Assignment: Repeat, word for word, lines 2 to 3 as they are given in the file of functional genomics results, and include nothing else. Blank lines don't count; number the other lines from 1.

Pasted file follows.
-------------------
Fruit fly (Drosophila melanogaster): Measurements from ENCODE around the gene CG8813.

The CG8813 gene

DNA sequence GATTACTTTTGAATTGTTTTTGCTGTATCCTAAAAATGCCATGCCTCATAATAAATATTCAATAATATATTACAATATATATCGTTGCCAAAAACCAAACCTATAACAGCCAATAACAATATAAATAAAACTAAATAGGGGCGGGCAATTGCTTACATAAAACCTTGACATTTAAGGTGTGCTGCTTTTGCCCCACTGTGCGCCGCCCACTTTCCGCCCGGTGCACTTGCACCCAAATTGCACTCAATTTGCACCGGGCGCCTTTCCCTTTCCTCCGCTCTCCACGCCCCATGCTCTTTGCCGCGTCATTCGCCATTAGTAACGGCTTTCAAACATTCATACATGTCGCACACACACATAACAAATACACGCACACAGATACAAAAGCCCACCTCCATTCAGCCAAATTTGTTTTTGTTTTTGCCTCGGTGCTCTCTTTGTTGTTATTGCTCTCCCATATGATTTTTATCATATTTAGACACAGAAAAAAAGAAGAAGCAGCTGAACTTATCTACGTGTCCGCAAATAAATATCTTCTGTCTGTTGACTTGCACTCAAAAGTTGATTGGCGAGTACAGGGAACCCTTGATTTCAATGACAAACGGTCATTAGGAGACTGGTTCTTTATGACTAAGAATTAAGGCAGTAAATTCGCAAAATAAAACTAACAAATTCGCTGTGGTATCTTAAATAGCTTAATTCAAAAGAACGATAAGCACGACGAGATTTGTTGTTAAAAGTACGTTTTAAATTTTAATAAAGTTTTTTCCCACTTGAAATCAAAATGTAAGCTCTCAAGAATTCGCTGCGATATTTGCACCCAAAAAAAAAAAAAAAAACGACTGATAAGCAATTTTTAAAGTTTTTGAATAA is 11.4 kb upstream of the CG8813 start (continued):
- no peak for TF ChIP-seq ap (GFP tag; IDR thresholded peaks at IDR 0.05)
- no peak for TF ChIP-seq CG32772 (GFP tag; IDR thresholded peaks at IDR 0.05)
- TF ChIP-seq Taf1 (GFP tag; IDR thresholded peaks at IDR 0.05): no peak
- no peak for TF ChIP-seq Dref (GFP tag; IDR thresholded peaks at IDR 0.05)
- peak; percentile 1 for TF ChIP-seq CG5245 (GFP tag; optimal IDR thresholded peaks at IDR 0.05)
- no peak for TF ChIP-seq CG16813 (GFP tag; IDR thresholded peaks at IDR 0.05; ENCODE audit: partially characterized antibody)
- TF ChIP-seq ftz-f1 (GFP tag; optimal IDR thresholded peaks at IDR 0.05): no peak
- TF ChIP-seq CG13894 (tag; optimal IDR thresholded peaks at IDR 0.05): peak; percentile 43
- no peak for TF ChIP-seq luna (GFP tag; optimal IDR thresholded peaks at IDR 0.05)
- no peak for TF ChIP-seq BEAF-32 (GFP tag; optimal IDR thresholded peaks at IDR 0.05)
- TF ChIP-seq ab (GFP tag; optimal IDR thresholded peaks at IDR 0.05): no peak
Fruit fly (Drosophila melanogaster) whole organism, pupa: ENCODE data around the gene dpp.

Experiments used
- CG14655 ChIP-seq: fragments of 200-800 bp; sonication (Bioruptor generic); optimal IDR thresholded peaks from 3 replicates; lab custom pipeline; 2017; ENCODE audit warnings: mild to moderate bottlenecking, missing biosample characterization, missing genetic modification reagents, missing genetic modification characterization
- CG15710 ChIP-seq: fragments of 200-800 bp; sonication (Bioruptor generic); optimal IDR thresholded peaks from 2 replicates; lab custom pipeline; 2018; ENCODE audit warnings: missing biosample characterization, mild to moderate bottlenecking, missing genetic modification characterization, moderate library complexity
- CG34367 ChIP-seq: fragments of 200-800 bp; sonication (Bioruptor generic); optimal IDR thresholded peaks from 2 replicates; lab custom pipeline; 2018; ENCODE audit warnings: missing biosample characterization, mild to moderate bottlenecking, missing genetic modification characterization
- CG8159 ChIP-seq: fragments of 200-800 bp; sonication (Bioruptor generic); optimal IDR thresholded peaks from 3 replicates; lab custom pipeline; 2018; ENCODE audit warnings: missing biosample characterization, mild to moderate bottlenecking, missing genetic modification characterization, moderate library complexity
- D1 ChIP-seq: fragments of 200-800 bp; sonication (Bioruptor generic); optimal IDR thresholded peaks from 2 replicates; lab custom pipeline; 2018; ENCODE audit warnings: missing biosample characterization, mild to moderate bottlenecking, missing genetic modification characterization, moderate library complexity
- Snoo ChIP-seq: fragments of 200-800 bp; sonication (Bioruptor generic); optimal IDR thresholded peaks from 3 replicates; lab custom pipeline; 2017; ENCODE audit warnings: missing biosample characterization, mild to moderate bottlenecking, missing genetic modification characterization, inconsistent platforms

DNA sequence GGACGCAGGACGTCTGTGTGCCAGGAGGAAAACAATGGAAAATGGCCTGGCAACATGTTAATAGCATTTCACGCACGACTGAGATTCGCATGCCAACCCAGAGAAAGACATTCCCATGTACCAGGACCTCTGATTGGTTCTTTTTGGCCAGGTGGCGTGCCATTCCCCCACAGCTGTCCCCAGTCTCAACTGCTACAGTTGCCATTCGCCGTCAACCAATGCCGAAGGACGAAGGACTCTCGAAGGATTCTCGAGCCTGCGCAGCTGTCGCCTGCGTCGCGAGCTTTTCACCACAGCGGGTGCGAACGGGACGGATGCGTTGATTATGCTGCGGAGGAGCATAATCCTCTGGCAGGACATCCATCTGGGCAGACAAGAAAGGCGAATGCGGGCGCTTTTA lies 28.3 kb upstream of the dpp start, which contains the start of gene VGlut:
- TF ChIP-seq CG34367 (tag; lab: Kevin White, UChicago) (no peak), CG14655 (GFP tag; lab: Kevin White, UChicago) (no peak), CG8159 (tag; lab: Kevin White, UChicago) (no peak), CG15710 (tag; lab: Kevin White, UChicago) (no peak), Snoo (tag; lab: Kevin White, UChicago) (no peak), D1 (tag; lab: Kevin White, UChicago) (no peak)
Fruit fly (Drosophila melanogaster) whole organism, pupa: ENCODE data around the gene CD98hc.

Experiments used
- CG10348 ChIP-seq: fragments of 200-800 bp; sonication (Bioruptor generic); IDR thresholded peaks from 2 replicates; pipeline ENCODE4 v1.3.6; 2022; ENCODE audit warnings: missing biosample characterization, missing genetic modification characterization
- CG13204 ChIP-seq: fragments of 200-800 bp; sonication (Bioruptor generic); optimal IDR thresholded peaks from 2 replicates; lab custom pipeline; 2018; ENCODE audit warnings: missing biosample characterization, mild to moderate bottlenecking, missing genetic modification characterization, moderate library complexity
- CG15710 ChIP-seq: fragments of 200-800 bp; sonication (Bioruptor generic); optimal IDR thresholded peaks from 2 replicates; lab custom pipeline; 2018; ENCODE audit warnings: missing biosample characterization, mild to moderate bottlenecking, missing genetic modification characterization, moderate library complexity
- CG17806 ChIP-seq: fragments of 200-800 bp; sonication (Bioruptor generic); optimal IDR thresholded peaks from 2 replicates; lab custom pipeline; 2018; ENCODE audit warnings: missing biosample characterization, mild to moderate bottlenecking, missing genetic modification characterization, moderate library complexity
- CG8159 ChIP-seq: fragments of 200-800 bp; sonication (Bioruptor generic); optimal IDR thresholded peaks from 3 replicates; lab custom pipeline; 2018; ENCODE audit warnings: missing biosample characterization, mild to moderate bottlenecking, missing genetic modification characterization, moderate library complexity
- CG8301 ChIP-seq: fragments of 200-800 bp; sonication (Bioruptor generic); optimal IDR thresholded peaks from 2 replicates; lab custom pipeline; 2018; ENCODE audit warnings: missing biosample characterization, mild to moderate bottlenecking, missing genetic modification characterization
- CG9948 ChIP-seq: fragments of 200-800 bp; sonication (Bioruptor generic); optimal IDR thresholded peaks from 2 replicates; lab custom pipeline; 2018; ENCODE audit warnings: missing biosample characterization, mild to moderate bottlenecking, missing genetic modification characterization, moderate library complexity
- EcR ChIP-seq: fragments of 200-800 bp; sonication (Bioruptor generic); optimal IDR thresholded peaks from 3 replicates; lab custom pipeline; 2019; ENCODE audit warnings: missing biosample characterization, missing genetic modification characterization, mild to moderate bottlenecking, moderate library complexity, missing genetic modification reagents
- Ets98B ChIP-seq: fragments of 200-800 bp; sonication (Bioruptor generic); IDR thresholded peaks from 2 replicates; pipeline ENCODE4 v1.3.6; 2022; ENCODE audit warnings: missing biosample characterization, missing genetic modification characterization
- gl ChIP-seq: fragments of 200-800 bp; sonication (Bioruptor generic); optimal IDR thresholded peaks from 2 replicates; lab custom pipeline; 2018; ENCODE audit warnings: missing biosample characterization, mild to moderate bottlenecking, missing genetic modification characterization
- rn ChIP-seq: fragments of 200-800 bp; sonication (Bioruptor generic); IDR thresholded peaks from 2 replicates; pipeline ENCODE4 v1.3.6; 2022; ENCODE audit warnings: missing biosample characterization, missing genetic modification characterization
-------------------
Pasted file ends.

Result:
The CG8813 gene

DNA sequence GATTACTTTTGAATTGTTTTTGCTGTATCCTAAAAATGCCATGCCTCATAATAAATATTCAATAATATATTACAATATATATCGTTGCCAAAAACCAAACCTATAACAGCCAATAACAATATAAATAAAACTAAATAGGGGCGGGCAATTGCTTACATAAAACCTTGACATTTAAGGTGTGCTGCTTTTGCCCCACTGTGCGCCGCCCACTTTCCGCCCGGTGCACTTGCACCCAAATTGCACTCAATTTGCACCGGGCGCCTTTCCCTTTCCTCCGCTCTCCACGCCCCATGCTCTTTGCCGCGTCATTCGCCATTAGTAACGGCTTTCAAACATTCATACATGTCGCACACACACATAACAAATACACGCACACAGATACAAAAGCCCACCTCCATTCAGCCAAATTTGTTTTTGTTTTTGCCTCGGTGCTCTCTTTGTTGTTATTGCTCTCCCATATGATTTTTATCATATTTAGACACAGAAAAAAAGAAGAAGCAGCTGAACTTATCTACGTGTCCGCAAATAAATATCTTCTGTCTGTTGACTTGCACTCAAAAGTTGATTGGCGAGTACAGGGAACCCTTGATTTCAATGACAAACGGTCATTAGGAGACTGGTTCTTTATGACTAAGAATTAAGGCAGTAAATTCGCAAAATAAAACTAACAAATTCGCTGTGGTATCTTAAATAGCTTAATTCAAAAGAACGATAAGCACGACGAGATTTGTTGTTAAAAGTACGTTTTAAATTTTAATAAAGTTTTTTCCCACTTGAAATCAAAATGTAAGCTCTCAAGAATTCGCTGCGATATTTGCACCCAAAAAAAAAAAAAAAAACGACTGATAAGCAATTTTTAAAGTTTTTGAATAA is 11.4 kb upstream of the CG8813 start (continued):